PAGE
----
Based on a network of 13 computers, a large-screen projection television, and four 330-millimeter (13-inch) closed-circuit television (CCTV) monitors, the simulator can be configured into as many as four operator work consoles in one large room, with an experimenter's console in an adjacent observation room. Each operator workstation contains a Silicon Graphics monitor with a touchscreen, keyboard, and mouse. It also contains a monitor with a touchscreen that is configured as a communication control panel.

The projection television is in the front of the control room and typically displays a traffic situation map. The CCTV monitors can display realistic traffic scenes for any of 60 locations in the simulated roadway system. The simulator software includes a number of automated support systems that can be used by the operator to help detect and manage congestion and incidents.

Interfaces for Selecting and Controlling Remote Cameras

The first of a series of controlled laboratory experiments tested various control devices for selecting cameras and controlling their pan and zoom functions. The control devices included a joystick for camera control, a touchscreen on the system monitor, a mouse interface, and numerous keyboard interfaces. Results of the experiment led to rejection of the touchscreen and the joystick interfaces. Camera selection could be done by clicking on a camera icon on the map display with the mouse or by keying in a camera designation number on a keyboard. Pan, tilt, and zoom could effectively be controlled by using the keyboard cursor keys.

An additional finding was that the camera-control process was more efficient when the cameras had preset pointing angles rather than full manual control. With these cameras, a small number of pointing angles _ toward areas most likely to have incidents _ were selected for each camera. Pushing a button or key would move the camera through these selected views. The best interface provided the operator with both preset and manual control, allowing the use of preset controls to quickly survey the viewing area and manual control to fine tune the pointing angle for more detailed examination.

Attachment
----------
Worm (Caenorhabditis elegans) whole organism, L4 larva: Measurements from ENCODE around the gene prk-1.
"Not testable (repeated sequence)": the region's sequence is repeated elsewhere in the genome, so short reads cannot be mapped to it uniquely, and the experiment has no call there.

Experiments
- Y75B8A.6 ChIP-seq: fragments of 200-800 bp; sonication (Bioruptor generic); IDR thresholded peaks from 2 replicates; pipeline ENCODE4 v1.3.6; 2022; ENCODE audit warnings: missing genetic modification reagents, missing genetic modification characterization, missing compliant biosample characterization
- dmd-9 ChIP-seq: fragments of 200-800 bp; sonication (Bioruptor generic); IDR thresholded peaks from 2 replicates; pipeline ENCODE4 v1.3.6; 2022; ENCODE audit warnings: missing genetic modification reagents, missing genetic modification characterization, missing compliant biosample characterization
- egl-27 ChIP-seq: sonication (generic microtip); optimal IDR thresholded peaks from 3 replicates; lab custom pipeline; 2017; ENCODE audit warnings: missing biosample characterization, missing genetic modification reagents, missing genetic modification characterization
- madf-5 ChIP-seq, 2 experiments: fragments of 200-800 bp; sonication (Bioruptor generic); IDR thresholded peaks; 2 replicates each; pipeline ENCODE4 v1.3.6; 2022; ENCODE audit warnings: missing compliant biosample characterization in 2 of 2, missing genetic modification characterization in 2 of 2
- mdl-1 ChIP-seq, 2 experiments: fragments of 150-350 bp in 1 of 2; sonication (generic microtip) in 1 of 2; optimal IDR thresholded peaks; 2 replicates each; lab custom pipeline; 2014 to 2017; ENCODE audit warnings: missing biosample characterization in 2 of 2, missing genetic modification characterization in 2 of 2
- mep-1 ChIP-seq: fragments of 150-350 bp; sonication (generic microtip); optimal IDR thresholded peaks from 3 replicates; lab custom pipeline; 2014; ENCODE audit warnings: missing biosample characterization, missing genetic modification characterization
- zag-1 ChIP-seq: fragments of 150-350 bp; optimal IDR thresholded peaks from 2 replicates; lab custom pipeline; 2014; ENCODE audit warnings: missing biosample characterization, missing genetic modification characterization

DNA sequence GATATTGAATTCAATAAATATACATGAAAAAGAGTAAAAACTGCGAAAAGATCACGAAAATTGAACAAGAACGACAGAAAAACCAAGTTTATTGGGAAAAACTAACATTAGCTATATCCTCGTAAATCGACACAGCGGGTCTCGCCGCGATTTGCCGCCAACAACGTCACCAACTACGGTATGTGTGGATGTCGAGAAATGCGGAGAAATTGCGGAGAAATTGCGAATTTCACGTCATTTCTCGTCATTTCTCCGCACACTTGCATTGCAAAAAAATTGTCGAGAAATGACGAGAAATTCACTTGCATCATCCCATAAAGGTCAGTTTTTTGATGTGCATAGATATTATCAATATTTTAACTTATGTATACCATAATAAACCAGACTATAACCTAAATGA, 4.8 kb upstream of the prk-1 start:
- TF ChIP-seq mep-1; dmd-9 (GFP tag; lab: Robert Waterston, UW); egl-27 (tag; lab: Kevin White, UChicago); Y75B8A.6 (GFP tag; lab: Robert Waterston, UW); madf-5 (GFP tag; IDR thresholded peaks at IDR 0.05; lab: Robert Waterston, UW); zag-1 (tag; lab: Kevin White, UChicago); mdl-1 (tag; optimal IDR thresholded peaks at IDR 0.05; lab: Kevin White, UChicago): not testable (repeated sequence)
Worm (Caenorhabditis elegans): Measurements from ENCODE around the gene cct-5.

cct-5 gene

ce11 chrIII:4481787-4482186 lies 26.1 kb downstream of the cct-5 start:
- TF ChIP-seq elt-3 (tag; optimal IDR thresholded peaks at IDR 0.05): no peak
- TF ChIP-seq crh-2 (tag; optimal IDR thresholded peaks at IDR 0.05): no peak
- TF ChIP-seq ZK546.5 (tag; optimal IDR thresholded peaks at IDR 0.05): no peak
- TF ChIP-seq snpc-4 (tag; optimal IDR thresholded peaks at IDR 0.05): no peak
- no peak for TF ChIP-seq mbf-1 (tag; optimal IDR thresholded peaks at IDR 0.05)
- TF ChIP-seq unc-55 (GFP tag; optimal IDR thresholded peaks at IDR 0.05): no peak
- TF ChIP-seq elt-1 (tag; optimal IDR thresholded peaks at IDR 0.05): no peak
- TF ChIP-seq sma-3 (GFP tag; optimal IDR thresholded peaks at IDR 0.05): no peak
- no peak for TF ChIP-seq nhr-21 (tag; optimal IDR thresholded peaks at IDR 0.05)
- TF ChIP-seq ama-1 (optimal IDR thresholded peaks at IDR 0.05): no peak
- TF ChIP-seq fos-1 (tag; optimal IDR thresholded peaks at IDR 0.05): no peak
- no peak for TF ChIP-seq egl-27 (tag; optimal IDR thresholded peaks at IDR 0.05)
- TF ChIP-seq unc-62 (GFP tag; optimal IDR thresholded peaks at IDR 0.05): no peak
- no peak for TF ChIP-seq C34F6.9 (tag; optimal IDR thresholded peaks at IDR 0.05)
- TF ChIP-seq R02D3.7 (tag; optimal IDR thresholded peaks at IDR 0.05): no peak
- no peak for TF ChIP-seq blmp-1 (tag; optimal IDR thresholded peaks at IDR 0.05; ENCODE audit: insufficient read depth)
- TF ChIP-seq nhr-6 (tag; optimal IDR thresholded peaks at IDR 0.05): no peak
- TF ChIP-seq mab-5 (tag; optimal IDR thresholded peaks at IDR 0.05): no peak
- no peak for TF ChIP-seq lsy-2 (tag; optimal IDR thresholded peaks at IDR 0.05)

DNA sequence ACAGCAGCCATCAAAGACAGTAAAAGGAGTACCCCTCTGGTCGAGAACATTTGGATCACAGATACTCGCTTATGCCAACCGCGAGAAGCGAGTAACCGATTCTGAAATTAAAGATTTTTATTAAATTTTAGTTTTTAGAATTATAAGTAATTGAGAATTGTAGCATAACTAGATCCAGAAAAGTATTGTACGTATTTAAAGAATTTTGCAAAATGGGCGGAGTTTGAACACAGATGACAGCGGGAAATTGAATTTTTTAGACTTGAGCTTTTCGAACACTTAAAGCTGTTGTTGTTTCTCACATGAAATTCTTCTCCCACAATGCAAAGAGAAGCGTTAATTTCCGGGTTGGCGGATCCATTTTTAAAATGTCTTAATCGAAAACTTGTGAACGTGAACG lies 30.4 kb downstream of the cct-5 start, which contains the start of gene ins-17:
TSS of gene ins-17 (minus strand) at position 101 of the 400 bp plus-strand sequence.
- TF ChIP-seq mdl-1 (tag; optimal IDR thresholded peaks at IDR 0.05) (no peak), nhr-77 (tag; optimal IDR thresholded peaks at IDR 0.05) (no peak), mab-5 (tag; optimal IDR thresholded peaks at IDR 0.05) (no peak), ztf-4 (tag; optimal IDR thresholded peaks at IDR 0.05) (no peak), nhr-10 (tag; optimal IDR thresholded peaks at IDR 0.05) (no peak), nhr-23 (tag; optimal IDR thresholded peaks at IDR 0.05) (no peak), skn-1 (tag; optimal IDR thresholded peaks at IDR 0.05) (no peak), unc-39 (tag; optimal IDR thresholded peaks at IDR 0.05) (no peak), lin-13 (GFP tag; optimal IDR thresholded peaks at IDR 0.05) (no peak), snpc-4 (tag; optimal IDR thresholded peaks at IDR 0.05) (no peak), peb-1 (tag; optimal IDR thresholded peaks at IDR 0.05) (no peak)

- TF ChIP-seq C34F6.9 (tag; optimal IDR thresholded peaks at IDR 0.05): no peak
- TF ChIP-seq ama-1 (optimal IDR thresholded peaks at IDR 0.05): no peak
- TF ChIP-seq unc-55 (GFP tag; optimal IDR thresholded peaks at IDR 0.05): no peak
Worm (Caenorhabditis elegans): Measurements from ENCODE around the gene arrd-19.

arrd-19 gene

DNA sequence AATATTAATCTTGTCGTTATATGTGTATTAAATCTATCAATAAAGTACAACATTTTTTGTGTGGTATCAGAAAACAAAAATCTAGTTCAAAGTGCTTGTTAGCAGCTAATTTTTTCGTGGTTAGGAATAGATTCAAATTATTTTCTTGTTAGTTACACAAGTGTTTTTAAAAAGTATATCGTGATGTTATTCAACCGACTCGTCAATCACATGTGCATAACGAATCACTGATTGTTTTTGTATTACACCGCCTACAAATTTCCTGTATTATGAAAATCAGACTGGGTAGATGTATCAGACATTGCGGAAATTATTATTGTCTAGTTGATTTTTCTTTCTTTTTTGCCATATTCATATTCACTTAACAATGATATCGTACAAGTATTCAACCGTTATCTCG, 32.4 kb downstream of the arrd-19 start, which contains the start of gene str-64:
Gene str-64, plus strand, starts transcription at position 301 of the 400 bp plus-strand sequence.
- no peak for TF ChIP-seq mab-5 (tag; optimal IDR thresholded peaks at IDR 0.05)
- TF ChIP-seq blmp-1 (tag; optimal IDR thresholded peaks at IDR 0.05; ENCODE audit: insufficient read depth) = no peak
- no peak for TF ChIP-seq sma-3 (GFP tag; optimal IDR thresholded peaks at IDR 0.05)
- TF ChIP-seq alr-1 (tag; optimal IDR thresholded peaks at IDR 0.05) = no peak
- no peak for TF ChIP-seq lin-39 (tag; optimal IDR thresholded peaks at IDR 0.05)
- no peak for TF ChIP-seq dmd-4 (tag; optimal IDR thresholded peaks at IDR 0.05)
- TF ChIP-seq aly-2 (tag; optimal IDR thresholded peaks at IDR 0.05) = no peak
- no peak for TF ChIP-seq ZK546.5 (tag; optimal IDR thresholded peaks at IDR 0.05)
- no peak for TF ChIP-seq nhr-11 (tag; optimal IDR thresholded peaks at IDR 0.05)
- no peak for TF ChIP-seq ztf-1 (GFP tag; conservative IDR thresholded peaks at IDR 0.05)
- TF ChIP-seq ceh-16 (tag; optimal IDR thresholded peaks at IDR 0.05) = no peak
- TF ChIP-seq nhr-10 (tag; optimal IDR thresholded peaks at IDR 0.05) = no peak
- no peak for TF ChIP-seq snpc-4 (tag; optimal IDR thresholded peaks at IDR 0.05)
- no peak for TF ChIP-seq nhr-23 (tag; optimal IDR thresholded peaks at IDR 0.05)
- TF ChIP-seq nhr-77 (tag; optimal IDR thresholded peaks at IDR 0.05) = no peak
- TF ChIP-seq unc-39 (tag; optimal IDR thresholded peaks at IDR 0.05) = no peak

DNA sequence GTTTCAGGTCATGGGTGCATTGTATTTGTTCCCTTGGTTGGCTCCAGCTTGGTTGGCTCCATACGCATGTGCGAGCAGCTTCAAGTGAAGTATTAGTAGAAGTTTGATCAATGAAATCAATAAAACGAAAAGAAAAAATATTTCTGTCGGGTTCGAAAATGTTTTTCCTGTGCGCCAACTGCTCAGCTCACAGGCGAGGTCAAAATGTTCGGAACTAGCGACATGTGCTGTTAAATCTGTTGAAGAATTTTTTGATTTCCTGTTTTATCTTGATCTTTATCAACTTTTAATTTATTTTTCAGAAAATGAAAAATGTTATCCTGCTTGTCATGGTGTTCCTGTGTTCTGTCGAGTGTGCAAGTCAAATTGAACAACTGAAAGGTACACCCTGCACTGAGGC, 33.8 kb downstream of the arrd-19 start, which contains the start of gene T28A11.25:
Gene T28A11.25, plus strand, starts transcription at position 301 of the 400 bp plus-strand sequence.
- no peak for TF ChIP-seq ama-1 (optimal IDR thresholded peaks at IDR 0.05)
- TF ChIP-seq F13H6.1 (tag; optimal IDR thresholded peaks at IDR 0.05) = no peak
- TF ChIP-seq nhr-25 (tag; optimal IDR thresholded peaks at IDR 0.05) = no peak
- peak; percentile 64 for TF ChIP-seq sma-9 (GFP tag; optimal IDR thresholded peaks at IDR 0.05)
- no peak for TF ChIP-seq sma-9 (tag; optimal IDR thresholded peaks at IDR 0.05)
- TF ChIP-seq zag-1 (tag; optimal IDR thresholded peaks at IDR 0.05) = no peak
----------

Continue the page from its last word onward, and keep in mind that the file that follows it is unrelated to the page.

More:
Incident Detection Using Manual and Automated Systems

A second study investigated the potential advantage that might be achieved by using an automated incident detection system _ either in place of, or in addition to, a color-coded, traffic-flow map _ for detecting and verifying roadway incidents. A well-designed incident detection system was found to significantly improve operator performance in incident detection and verification.

The nature of the traffic-flow algorithms to be used in the incident detection system was also explored in this study. These algorithms, even when customized for local conditions, are imperfect. Undetected incidents and false reports of nonexistent incidents are common. Frequently, jurisdictions will "tune" the algorithms to reduce the number of false alarms even though this increases the number of missed incidents and/or the time to detect an incident. Studies in the simulator found that accepting an increased false alarm rate in order to minimize the number of missed incidents and to minimize detection time resulted in the best system performance and operator acceptance.